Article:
EMAIL THIS PAGE TO A FRIEND

Journal of cell science

A paxillin tyrosine phosphorylation switch regulates the assembly and form of cell-matrix adhesions.


PMID 17164291

Abstract

Diverse cellular processes are carried out by distinct integrin-mediated adhesions. Cell spreading and migration are driven by focal complexes; robust adhesion to the extracellular matrix by focal adhesions; and matrix remodeling by fibrillar adhesions. The mechanism(s) regulating the spatio-temporal distribution and dynamics of the three types of adhesion are unknown. Here, we combine live-cell imaging, labeling with phosphospecific-antibodies and overexpression of a novel tyrosine phosphomimetic mutant of paxillin, to demonstrate that the modulation of tyrosine phosphorylation of paxillin regulates both the assembly and turnover of adhesion sites. Moreover, phosphorylated paxillin enhanced lamellipodial protrusions, whereas non-phosphorylated paxillin was essential for fibrillar adhesion formation and for fibronectin fibrillogenesis. We further show that focal adhesion kinase preferentially interacted with the tyrosine phosphomimetic paxillin and its recruitment is implicated in high turnover of focal complexes and translocation of focal adhesions. We created a mathematical model that recapitulates the salient features of the measured dynamics, and conclude that tyrosine phosphorylation of the adaptor protein paxillin functions as a major switch, regulating the adhesive phenotype of cells.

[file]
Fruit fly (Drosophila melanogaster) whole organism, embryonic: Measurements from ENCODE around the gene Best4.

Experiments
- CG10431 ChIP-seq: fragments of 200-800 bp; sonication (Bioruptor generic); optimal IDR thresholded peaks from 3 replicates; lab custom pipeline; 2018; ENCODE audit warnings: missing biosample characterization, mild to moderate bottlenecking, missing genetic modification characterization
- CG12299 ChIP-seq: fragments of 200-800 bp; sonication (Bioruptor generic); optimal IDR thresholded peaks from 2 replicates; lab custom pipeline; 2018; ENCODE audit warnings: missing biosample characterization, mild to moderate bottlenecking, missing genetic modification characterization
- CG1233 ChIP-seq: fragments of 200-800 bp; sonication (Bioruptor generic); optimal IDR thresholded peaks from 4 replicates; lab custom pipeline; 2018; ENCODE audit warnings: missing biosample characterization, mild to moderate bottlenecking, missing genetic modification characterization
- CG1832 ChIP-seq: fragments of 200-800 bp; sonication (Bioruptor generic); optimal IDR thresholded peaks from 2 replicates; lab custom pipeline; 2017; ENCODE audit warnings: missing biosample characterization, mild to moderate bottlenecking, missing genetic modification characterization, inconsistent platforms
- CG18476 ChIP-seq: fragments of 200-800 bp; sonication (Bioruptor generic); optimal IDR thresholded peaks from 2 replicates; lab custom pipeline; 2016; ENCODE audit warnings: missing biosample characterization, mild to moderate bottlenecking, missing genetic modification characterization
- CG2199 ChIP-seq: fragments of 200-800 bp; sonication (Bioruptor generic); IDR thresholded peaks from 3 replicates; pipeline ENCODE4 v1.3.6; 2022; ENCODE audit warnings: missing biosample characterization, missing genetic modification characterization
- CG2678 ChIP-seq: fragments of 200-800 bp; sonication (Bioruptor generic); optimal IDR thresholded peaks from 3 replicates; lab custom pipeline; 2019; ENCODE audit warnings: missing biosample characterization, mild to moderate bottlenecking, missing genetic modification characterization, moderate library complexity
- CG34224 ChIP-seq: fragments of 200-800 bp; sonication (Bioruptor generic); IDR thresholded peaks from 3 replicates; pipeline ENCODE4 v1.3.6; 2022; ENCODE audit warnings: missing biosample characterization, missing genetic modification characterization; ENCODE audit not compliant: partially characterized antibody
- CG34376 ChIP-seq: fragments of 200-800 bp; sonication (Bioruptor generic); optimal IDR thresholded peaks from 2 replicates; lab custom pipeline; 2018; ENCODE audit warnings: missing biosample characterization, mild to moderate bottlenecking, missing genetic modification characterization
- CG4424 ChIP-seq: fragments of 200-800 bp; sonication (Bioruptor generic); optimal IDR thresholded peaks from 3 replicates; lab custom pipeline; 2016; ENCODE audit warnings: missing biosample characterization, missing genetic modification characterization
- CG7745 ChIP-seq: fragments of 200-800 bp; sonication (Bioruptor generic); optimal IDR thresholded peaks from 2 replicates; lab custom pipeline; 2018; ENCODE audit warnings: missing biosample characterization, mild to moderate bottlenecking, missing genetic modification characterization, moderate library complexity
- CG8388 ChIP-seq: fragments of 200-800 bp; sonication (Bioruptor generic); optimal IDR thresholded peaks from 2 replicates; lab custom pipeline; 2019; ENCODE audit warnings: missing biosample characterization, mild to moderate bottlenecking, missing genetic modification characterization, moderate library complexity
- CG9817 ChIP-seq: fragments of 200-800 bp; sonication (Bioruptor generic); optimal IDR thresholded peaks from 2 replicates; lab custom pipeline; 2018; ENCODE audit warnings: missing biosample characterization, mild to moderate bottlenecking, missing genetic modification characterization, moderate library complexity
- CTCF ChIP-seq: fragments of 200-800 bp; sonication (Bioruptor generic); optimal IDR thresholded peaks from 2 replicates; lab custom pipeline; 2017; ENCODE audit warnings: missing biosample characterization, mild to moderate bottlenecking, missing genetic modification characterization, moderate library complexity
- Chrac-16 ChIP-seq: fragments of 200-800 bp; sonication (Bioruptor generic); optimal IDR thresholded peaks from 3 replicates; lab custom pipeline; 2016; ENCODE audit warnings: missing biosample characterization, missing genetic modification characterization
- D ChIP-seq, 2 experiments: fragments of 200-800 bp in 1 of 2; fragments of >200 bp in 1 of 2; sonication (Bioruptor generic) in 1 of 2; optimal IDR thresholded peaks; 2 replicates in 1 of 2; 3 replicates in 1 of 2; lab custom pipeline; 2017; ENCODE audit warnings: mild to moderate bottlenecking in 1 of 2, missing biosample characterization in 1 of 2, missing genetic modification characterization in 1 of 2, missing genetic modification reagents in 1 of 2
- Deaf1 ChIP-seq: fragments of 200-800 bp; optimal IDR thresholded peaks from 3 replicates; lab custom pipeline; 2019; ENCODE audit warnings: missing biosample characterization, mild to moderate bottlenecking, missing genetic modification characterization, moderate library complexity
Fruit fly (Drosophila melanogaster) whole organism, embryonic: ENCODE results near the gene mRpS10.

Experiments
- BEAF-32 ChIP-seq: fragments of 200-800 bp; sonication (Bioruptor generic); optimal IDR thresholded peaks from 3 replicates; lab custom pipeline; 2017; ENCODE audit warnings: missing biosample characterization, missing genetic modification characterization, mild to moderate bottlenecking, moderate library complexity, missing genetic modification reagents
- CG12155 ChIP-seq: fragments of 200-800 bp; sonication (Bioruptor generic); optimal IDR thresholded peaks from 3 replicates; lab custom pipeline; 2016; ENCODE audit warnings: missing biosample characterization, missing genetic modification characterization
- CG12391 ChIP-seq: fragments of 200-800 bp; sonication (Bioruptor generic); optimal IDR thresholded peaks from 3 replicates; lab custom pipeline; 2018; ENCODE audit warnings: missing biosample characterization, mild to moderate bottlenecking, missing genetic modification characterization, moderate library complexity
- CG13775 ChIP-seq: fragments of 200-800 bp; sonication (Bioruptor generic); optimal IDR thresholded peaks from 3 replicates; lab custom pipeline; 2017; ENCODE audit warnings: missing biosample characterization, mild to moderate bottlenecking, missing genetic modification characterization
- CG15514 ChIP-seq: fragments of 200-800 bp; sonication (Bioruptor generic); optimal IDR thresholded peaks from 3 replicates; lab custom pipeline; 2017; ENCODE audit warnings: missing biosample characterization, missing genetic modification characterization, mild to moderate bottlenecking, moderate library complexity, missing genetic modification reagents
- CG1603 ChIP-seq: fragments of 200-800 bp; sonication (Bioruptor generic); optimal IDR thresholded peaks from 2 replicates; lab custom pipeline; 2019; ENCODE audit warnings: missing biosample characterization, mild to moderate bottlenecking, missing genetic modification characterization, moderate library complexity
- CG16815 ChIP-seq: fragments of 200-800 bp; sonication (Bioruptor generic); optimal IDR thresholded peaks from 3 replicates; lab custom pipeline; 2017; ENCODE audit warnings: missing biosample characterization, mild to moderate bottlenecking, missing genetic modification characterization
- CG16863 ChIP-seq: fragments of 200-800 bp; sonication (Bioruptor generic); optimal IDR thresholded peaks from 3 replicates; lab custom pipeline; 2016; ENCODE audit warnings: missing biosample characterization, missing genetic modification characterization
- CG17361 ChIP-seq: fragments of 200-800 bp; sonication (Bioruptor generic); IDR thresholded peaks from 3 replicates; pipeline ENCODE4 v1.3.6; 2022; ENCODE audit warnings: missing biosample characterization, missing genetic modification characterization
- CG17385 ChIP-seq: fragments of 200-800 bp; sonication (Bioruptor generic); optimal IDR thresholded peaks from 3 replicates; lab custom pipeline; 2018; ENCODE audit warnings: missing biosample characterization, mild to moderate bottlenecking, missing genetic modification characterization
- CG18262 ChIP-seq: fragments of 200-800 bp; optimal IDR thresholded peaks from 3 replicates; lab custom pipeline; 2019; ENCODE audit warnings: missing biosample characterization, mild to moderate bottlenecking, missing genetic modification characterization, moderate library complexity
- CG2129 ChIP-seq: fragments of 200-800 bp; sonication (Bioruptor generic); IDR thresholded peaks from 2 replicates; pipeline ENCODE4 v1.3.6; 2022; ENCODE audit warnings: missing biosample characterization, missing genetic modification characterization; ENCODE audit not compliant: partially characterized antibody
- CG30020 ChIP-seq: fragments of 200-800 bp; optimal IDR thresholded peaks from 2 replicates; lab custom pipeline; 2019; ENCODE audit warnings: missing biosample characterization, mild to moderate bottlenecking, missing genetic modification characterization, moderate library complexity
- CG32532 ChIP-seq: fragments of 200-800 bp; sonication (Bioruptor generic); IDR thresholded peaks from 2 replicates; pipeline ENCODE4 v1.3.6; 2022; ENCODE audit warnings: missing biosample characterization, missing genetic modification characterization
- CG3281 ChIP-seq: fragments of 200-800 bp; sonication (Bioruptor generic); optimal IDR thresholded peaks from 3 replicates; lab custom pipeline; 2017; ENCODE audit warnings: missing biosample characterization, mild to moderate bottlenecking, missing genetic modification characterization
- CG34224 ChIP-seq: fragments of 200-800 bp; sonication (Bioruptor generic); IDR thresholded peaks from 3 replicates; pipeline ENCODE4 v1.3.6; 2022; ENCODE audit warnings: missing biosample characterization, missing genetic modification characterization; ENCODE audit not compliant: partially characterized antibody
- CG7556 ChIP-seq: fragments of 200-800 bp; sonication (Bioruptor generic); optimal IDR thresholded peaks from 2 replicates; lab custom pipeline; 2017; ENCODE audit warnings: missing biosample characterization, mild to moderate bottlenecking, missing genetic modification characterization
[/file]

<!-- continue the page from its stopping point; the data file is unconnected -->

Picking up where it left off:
Related Materials